The Burien City Council heard from The Seattle Times this week with what I would assume was unsolicited advice.
Some might be surprised at The Times weighing in on the ongoing local dispute over a council policy prohibiting online posts by council members (Councilmember Lauren Berkowitz, in particular) during meetings.
Rest assured, I will not stop tweeting. The US Constitution trumps the disappointing votes of four Burien City Councilmembers.
— CM Lauren Berkowitz (@BurienBerkowitz) October 3, 2017
The Timesâ€™ opinion:
â€œThe Burien City Council should do away with this portion of its social-media policyâ€¦â€
Now why, you might ask, would this topic be of concern to Times readers?
I can offer two reasons, one frivolous, the other most serious.
First, having spent a couple of years on the staff of The Times editorial writers, I know there are days when what some might consider a lesser topic for pontification is the best that can be found in the face of that never-yielding demand to fill space on the editorial page.
Suddenly, a smoldering issue in Burien takes on greater significance..
On the serious side there is a question of whether Berkowitzâ€™s email correspondence during council sessions violates the stateâ€™s open-meeting laws because she may be discussing council business with people outside the council walls.
There is disagreement within the council as to the legality of such a practice, and right there is enough justification for The Times, which has long campaigned for openness in government at all levels, to speak up from the sidelines of this dispute.
Indeed, free-speech issues such as this are drawing increased attention on many fronts as social media have greater impact in both public and private communication.
What happens to basic principles of vigorous and free speech as a factor in societyâ€™s governance when different means of communicating with still evolving principles become involved in the vital interaction between governments and their citizens?
Another such issue about which I have similar concern is that of anonymity in the exchange of information and opinion on topics of importance to all of us.
Whether among official voices or the voices of those theyâ€™re serving, there are persistent questions as to the relative validity of words from those who mask their identities and affiliations behind anonymity or false identification.
That issue, again, has relevance for those of us in Burien as our B-Town Blog rightly encourages its readers to involve themselves in the day-to-day issues of our timeâ€”crime, homelessness, education, governance — but closes the door to their responses to them.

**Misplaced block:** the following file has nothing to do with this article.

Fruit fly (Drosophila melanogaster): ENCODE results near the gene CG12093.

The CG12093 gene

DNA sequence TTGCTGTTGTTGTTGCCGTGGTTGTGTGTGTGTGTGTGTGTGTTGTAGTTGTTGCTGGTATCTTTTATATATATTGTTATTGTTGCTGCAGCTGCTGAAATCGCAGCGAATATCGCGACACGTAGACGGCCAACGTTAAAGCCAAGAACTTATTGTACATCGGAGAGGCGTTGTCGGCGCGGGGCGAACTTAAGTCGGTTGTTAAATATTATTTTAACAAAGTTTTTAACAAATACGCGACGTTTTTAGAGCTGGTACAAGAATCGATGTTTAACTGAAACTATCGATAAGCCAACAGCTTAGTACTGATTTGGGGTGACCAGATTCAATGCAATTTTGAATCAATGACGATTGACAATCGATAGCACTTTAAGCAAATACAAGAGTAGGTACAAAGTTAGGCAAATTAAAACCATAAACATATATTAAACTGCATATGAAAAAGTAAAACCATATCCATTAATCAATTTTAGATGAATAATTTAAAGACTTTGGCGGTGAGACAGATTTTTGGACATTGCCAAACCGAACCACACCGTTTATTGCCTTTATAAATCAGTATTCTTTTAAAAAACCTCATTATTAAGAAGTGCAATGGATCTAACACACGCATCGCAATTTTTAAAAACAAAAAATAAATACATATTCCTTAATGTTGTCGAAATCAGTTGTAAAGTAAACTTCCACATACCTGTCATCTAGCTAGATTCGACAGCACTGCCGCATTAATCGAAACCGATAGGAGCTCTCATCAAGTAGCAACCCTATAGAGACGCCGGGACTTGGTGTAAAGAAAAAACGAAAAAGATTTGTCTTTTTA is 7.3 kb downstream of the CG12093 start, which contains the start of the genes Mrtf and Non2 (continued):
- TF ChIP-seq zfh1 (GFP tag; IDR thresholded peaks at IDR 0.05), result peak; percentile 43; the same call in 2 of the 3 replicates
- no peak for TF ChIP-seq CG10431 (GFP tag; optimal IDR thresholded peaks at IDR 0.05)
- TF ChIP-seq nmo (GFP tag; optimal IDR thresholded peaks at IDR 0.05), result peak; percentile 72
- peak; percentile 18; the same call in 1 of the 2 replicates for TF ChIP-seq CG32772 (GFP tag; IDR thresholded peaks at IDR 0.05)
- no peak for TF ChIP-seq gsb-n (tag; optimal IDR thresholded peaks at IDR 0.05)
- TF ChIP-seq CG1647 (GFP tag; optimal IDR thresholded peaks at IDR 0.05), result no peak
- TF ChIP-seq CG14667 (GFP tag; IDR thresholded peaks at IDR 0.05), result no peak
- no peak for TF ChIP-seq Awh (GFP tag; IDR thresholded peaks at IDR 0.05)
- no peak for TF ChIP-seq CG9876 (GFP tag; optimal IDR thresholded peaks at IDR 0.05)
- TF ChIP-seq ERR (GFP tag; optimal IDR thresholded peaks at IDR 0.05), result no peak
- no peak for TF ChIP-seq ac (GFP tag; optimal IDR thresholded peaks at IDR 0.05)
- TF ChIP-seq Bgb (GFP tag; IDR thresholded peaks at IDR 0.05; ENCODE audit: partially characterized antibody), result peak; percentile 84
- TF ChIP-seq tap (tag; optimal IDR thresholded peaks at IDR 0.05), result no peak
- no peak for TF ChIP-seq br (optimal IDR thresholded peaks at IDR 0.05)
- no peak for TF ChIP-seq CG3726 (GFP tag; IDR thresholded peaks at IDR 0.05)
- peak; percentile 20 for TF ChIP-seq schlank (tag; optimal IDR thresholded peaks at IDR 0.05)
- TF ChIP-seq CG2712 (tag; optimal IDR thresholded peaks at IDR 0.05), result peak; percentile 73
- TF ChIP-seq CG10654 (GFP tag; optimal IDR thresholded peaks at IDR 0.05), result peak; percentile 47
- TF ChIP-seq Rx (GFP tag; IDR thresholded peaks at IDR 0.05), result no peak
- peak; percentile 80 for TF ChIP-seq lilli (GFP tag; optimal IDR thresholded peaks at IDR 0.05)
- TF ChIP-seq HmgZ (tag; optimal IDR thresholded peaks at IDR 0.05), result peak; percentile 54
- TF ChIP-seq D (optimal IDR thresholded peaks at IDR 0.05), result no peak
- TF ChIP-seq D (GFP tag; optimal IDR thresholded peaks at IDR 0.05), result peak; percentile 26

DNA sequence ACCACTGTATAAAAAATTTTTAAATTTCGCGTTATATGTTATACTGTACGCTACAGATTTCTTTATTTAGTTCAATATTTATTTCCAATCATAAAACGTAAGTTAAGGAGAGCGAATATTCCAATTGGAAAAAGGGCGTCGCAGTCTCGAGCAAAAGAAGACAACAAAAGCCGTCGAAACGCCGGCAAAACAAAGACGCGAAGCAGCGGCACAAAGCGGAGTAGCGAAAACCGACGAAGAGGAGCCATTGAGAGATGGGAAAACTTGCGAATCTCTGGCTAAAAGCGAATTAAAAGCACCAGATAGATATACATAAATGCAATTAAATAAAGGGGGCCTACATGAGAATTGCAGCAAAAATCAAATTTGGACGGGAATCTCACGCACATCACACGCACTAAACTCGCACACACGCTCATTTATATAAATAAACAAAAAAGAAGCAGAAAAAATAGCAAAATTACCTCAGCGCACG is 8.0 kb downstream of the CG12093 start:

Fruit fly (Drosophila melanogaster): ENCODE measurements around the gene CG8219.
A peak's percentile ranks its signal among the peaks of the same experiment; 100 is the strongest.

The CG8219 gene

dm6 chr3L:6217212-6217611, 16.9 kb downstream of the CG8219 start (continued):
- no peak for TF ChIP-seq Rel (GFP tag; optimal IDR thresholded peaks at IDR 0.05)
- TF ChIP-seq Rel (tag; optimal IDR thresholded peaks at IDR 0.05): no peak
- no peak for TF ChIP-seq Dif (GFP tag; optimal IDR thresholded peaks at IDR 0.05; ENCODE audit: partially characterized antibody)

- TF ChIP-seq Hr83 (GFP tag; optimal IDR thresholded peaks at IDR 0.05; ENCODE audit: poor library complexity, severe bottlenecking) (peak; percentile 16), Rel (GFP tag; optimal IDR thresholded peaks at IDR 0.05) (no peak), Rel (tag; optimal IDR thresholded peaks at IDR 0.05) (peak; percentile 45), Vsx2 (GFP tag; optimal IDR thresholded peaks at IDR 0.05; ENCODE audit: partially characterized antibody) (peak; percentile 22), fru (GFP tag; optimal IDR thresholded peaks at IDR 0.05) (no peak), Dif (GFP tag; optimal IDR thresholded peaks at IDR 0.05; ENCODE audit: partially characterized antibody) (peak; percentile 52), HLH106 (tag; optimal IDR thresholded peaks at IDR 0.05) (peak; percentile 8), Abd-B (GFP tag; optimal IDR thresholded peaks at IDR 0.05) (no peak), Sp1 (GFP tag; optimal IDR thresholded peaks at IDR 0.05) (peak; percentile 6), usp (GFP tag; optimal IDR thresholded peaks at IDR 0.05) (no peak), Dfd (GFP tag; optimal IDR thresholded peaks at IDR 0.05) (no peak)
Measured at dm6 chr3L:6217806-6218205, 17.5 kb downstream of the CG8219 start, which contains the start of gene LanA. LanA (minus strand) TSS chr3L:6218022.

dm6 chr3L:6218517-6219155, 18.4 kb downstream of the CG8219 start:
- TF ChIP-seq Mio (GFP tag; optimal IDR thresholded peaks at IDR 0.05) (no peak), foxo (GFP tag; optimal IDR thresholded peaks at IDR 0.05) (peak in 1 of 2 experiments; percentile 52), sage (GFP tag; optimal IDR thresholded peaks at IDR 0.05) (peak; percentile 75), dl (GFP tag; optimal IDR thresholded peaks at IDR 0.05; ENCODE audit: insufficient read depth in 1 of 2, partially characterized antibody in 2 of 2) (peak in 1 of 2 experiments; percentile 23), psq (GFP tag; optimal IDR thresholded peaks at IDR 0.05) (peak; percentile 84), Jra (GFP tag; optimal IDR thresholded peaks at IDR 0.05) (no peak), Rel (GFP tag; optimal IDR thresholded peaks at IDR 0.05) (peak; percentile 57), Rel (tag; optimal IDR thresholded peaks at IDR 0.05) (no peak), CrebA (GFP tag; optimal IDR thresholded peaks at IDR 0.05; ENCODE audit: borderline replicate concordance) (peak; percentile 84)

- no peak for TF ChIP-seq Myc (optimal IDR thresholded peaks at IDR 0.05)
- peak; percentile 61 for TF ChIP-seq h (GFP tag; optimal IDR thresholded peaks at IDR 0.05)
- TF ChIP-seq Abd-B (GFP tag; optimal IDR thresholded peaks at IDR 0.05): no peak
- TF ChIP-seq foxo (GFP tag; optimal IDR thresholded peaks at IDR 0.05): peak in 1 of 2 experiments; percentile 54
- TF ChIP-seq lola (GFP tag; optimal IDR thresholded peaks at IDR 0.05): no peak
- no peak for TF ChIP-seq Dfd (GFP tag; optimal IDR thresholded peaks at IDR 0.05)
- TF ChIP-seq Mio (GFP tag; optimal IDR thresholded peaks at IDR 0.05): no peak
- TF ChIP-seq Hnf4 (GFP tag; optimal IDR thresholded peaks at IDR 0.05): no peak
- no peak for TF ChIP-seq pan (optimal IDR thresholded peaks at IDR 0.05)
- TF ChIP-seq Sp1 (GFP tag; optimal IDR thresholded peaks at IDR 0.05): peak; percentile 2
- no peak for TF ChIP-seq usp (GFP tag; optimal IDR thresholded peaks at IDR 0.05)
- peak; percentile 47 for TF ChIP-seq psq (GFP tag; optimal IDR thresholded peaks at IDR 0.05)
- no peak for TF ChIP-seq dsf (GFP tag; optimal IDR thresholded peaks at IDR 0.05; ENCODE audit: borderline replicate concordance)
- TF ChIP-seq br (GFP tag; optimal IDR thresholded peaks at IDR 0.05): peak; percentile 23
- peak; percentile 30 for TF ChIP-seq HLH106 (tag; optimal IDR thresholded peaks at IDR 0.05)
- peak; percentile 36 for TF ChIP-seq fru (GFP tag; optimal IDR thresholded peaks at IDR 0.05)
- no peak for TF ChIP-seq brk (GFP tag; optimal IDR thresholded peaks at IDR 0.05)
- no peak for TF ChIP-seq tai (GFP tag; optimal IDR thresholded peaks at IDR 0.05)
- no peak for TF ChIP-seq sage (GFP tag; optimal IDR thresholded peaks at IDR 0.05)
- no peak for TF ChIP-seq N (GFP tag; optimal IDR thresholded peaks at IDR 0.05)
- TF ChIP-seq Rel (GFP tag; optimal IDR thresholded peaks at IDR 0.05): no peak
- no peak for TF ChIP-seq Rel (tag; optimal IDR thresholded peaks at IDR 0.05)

Since Oct. 12, as you know, the â€œcommentsâ€ capability of this blog has been closed with rare exceptions. This stance has not been taken frivolously, as evidenced by the blogâ€™s poll of its readers regarding that closure.
Readers have been asked if they want the opportunity to comment restored, but only on the condition that writers’ real names are published? Or should they be returned with pseudonyms or anonymity allowed?
Some three-quarters of those responding say they want the comments back, 43 percent wanting actual, true names on them, 32 percent accepting pseudonyms.
Only 22 percent have said they don’t want the comments back, and, thankfully, only 3 percent don’t care. This is too important an issue, to my way of thinking, for anyone to not care.
Transparency in government along with citizen participation, both guaranteed in part through free and open speech, are more important now than they have ever been as we attempt to deal with complex issues in a fragmented society.
As suggested by The Times and The B-Town Blog, we in Burien are right in the thick of the struggle.
As far as I’m concerned, it’s a good place to be.
Cliff Rowe is a retired journalist and journalism professor. (He practiced both in a time before journalists and what they produced were considered “enemies of the people.”) He and his family have lived in the Shorewood area of White Center (then Burien) since 1969 when they returned to the Northwest after seven years in the Chicago area. There, following graduate school, he wrote and edited with the Chicago Sun-Times and with Paddock Publications in the Chicago suburbs. On moving here, he was with The Seattle Times for 11 years before turning to teaching journalism at Pacific Lutheran University for 35 years, retiring in 2015.